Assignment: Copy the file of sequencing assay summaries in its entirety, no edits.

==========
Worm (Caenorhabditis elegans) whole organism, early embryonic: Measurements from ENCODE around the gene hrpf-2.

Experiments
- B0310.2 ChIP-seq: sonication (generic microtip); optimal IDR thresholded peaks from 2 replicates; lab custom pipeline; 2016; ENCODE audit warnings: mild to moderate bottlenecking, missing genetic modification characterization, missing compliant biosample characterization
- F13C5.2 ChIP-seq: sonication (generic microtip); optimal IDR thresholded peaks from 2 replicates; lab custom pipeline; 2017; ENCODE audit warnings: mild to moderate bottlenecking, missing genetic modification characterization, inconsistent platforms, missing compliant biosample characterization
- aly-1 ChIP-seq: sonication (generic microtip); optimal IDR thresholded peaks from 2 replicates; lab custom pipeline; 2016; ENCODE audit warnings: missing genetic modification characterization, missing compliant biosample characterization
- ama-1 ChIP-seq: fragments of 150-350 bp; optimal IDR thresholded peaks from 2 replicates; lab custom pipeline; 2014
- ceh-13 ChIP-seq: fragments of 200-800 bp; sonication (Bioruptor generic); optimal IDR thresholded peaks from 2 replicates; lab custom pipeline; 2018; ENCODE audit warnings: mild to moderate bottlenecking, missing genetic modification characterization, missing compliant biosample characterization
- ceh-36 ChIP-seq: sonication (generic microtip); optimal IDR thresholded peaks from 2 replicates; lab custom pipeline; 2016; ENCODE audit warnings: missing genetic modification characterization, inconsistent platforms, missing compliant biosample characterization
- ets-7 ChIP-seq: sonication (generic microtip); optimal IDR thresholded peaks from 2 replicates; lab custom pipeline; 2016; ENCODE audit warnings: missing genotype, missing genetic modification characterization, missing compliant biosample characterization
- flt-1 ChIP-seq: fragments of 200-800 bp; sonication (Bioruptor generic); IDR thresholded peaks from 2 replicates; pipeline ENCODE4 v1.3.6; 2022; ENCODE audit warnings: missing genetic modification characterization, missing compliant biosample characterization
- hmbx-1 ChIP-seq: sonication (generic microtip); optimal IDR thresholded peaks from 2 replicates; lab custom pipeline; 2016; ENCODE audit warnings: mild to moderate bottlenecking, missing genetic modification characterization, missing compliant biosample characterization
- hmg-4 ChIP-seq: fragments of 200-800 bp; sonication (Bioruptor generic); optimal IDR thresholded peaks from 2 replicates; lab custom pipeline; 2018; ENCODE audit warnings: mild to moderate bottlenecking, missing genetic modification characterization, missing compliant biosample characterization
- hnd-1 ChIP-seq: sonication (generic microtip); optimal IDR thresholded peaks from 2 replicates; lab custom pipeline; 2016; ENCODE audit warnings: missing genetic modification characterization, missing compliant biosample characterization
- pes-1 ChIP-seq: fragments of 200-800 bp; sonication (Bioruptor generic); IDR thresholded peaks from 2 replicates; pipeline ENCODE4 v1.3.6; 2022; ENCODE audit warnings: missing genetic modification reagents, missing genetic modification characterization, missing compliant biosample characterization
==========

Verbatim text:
Worm (Caenorhabditis elegans) whole organism, early embryonic: Measurements from ENCODE around the gene hrpf-2.

Experiments
- B0310.2 ChIP-seq: sonication (generic microtip); optimal IDR thresholded peaks from 2 replicates; lab custom pipeline; 2016; ENCODE audit warnings: mild to moderate bottlenecking, missing genetic modification characterization, missing compliant biosample characterization
- F13C5.2 ChIP-seq: sonication (generic microtip); optimal IDR thresholded peaks from 2 replicates; lab custom pipeline; 2017; ENCODE audit warnings: mild to moderate bottlenecking, missing genetic modification characterization, inconsistent platforms, missing compliant biosample characterization
- aly-1 ChIP-seq: sonication (generic microtip); optimal IDR thresholded peaks from 2 replicates; lab custom pipeline; 2016; ENCODE audit warnings: missing genetic modification characterization, missing compliant biosample characterization
- ama-1 ChIP-seq: fragments of 150-350 bp; optimal IDR thresholded peaks from 2 replicates; lab custom pipeline; 2014
- ceh-13 ChIP-seq: fragments of 200-800 bp; sonication (Bioruptor generic); optimal IDR thresholded peaks from 2 replicates; lab custom pipeline; 2018; ENCODE audit warnings: mild to moderate bottlenecking, missing genetic modification characterization, missing compliant biosample characterization
- ceh-36 ChIP-seq: sonication (generic microtip); optimal IDR thresholded peaks from 2 replicates; lab custom pipeline; 2016; ENCODE audit warnings: missing genetic modification characterization, inconsistent platforms, missing compliant biosample characterization
- ets-7 ChIP-seq: sonication (generic microtip); optimal IDR thresholded peaks from 2 replicates; lab custom pipeline; 2016; ENCODE audit warnings: missing genotype, missing genetic modification characterization, missing compliant biosample characterization
- flt-1 ChIP-seq: fragments of 200-800 bp; sonication (Bioruptor generic); IDR thresholded peaks from 2 replicates; pipeline ENCODE4 v1.3.6; 2022; ENCODE audit warnings: missing genetic modification characterization, missing compliant biosample characterization
- hmbx-1 ChIP-seq: sonication (generic microtip); optimal IDR thresholded peaks from 2 replicates; lab custom pipeline; 2016; ENCODE audit warnings: mild to moderate bottlenecking, missing genetic modification characterization, missing compliant biosample characterization
- hmg-4 ChIP-seq: fragments of 200-800 bp; sonication (Bioruptor generic); optimal IDR thresholded peaks from 2 replicates; lab custom pipeline; 2018; ENCODE audit warnings: mild to moderate bottlenecking, missing genetic modification characterization, missing compliant biosample characterization
- hnd-1 ChIP-seq: sonication (generic microtip); optimal IDR thresholded peaks from 2 replicates; lab custom pipeline; 2016; ENCODE audit warnings: missing genetic modification characterization, missing compliant biosample characterization
- pes-1 ChIP-seq: fragments of 200-800 bp; sonication (Bioruptor generic); IDR thresholded peaks from 2 replicates; pipeline ENCODE4 v1.3.6; 2022; ENCODE audit warnings: missing genetic modification reagents, missing genetic modification characterization, missing compliant biosample characterization